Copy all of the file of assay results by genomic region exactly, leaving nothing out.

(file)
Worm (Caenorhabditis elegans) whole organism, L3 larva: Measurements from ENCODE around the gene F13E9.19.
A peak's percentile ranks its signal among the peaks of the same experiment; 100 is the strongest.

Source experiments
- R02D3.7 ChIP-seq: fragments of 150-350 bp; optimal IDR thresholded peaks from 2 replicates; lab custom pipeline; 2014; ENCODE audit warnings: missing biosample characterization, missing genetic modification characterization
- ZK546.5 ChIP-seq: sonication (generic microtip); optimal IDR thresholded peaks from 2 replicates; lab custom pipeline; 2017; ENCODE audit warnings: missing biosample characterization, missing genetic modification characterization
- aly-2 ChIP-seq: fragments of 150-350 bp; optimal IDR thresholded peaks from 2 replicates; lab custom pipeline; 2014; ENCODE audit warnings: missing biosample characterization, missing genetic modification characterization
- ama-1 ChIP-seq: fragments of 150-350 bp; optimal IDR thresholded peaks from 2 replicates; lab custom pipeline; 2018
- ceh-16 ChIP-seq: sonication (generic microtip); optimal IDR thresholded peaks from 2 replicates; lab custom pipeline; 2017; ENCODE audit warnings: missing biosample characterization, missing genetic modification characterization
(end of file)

Worm (Caenorhabditis elegans) whole organism, L3 larva: Measurements from ENCODE around the gene F13E9.19.
A peak's percentile ranks its signal among the peaks of the same experiment; 100 is the strongest.

Source experiments
- R02D3.7 ChIP-seq: fragments of 150-350 bp; optimal IDR thresholded peaks from 2 replicates; lab custom pipeline; 2014; ENCODE audit warnings: missing biosample characterization, missing genetic modification characterization
- ZK546.5 ChIP-seq: sonication (generic microtip); optimal IDR thresholded peaks from 2 replicates; lab custom pipeline; 2017; ENCODE audit warnings: missing biosample characterization, missing genetic modification characterization
- aly-2 ChIP-seq: fragments of 150-350 bp; optimal IDR thresholded peaks from 2 replicates; lab custom pipeline; 2014; ENCODE audit warnings: missing biosample characterization, missing genetic modification characterization
- ama-1 ChIP-seq: fragments of 150-350 bp; optimal IDR thresholded peaks from 2 replicates; lab custom pipeline; 2018
- ceh-16 ChIP-seq: sonication (generic microtip); optimal IDR thresholded peaks from 2 replicates; lab custom pipeline; 2017; ENCODE audit warnings: missing biosample characterization, missing genetic modification characterization